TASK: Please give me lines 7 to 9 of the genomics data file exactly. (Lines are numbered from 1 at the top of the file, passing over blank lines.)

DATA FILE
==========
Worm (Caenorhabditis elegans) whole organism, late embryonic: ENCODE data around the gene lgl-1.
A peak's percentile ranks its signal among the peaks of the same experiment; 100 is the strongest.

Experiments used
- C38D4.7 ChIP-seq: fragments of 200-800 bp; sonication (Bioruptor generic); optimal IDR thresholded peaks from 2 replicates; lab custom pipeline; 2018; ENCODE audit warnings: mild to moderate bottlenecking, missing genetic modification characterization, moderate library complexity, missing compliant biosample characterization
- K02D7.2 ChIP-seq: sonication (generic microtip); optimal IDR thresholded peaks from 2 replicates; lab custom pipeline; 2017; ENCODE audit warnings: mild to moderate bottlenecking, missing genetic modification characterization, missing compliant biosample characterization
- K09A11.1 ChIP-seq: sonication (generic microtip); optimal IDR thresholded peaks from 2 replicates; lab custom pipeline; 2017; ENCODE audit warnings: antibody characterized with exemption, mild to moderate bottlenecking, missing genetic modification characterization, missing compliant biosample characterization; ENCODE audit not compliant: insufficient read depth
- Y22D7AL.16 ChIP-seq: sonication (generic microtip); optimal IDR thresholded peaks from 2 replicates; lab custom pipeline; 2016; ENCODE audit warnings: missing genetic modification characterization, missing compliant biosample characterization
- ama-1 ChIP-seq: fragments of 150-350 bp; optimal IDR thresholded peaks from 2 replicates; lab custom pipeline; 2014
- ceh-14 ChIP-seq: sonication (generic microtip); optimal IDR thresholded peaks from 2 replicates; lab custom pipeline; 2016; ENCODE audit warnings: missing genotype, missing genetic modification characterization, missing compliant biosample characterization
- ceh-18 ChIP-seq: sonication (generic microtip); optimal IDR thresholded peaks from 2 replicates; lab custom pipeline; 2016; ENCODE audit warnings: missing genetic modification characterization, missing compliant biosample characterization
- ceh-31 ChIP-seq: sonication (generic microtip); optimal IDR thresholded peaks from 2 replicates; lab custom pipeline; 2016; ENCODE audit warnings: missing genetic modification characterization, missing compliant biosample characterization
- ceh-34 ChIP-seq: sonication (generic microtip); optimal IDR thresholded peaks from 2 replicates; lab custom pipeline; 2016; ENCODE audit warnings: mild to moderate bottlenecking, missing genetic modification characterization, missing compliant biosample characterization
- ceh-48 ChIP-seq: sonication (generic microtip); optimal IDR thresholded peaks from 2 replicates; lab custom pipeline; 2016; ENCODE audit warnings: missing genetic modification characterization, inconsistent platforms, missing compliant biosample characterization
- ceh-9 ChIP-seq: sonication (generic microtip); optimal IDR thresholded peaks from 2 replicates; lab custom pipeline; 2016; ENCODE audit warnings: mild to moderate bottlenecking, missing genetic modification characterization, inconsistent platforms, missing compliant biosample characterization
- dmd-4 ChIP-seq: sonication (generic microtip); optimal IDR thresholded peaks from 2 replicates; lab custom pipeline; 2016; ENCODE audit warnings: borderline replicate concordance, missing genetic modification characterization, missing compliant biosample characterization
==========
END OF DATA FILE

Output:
- Y22D7AL.16 ChIP-seq: sonication (generic microtip); optimal IDR thresholded peaks from 2 replicates; lab custom pipeline; 2016; ENCODE audit warnings: missing genetic modification characterization, missing compliant biosample characterization
- ama-1 ChIP-seq: fragments of 150-350 bp; optimal IDR thresholded peaks from 2 replicates; lab custom pipeline; 2014
- ceh-14 ChIP-seq: sonication (generic microtip); optimal IDR thresholded peaks from 2 replicates; lab custom pipeline; 2016; ENCODE audit warnings: missing genotype, missing genetic modification characterization, missing compliant biosample characterization